Focus on Faculty

Ignacy Misztal

Photo of Ignacy Misztal.
Animal and dairy science professor Ignacy Misztal talks about research with graduate students inside a conference room at the Edgar L. Rhodes Center for Animal and Dairy Science. (Photo by Andrew Davis Tucker/UGA)

If you buy meat or dairy products, there is a greater than 50 percent chance that the product comes from animals selected using genetic and computational methods pioneered by Ignacy Misztal, the D.W Brooks Distinguished Professor in the College of Agricultural and Environmental Sciences.

Where did you earn degrees and what are your current responsibilities at UGA?

I earned my master’s degree at Warsaw Technical University in Poland in 1978 and my doctorate at the Polish Academy of Sciences in 1985. I am now the D.W Brooks Distinguished Professor in the department of animal and dairy science in the College of Agricultural and Environmental Sciences.

When did you come to UGA and what brought you here?

I came to UGA in 1995 to take a faculty position and work with a team on issues in genetic evaluation, primarily in beef and swine.

What are your favorite courses and why?

I teach two graduate level courses. One is about statistical methods used for genetic evaluations of animals. The other one is on computing associated with the genetic evaluations, with an added focus of exploiting the genomic (DNA) information. I taught the second course as a short course in many countries on six continents as a recruitment tool for my lab.

What are some highlights of your career at UGA?

Highlights of my career include the implementations of methodologies for improving animal breeding and productivity at breed associations and commercial breeding companies. In addition to awards from scientific associations, industry groups and the College of Agricultural and Environmental Sciences, I am proud of the discovery and development of accurate, yet simpler and powerful, methods for genetic evaluation using genomic information—methods that were initially strongly criticized and are now becoming standard worldwide.

How do you describe the scope and impact of your research or scholarship to people outside of your field?

I tell them that when they buy meat or dairy products, there is a greater than 50 percent chance that the product comes from animals selected using our methods and our computing programs and that a fraction of their purchase indirectly goes to fund my lab.

How does your research or scholarship inspire your teaching, and vice versa?

Research makes everyone realize that theories are approximations of reality and details matter. This has impact on teaching that theories are presented critically, with discussions on which details matter, what is known to work well and what is in fact uncertain.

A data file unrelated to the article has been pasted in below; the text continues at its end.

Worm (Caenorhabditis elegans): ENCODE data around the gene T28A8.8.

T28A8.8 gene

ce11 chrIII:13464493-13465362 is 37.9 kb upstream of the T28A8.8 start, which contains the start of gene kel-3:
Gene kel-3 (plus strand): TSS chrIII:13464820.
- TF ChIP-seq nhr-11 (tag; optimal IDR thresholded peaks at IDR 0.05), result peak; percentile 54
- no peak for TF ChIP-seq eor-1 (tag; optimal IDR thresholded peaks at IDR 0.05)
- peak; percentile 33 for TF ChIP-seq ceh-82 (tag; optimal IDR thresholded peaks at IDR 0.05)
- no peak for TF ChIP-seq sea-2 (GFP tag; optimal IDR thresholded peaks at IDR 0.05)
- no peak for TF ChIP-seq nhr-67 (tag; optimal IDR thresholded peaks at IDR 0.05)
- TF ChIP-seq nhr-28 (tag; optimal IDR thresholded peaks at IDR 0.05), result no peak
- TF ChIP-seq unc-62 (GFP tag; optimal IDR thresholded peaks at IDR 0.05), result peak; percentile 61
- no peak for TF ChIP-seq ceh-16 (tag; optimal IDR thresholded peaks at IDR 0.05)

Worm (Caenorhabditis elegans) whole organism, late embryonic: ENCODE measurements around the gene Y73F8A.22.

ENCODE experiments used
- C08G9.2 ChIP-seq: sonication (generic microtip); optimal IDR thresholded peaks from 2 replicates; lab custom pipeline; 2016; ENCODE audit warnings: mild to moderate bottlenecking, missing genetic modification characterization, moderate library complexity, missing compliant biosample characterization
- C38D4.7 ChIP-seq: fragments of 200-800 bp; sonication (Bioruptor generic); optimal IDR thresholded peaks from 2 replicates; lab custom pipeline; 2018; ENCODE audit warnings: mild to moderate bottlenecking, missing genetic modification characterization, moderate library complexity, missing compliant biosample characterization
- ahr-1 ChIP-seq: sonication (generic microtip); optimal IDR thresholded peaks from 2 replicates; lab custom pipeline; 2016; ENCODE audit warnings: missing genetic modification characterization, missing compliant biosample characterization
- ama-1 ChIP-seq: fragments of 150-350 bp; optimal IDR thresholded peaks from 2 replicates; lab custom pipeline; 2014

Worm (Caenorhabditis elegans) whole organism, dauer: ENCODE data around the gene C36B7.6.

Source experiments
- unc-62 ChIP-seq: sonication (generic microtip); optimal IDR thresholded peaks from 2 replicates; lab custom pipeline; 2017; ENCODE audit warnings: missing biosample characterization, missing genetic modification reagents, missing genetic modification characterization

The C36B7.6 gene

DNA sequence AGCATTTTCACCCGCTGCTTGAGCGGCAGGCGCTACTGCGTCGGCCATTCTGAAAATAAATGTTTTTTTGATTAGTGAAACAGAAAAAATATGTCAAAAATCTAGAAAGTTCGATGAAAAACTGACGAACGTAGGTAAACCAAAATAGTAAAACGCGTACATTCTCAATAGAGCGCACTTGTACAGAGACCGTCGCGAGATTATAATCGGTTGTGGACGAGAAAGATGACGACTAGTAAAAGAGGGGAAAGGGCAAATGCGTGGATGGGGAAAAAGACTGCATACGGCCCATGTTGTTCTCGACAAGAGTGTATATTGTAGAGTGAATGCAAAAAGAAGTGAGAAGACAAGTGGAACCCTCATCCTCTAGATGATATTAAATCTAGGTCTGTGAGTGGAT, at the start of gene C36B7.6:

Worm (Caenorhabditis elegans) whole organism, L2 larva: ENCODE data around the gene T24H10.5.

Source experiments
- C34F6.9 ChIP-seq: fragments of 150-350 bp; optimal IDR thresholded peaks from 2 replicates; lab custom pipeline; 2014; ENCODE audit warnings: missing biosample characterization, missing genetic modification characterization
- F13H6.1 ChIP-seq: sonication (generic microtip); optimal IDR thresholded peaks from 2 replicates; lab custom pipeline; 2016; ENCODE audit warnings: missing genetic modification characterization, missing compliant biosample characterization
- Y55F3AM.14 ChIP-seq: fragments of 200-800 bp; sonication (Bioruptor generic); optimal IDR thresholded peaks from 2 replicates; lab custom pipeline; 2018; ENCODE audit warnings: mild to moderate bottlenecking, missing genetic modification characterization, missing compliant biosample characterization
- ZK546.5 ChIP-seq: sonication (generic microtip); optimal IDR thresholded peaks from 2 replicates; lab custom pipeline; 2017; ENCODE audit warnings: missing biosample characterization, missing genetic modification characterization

Teaching requires a pretty well-rounded coverage of topics more general than used in research. Real or potential questions from students force a more complete knowledge, and this can generate new research projects.

What do you hope students gain from their classroom experience with you?

Knowledge about the field and critical thinking.

Describe your ideal student.

Inquisitive, creative, persistent, optimistic.

Favorite place to be/thing to do on campus is…

I love to visit the Georgia Museum of Art or halls of the Lamar Dodd School of Art, just for inspiration. I also enjoy walking at the intramural fields and visiting the main library and North Campus.

Beyond the UGA campus, I like to…

Hike, including the Appalachian Trail, camp, ride a bike, especially in big cities, swim in open water, listen to a concert or opera, attend theatre performances. I am also an active ham radio operator (callsign NO9E).

Favorite book/movie (and why)?

My favorite books are “Guns, Germs, and Steel,” by Jared Diamond, and “Why Nations Fail,” by Daron Acemoglu and James A. Robinson. Both books help me understand the world better. I also like watching online courses at My favorites are on ancient civilizations, technology, religion and astronomy.

The one UGA experience I will always remember will be…

An end-of-semester reception at the art school, with dramatic art but sometimes ashamed parents and lots of food and drinks, followed by an exquisite opera performance next door.

Is there anything else you’d like to add?

A crucial issue to faculty, in my humble opinion, is avoiding overwork and allowing leisure time to let new ideas pop up. The best creativity occurs when we engage in light, unrelated activities, and overworking makes us managers, potentially critical of new ideas, which is contrary to what a faculty should be. I tell my graduate students to go to conferences a day earlier and not to rush coming back. This makes them not only happier but more productive, as they have time to rest, digest information, do better research and, in the end, save my time.

(Originally published Feb. 25, 2018.)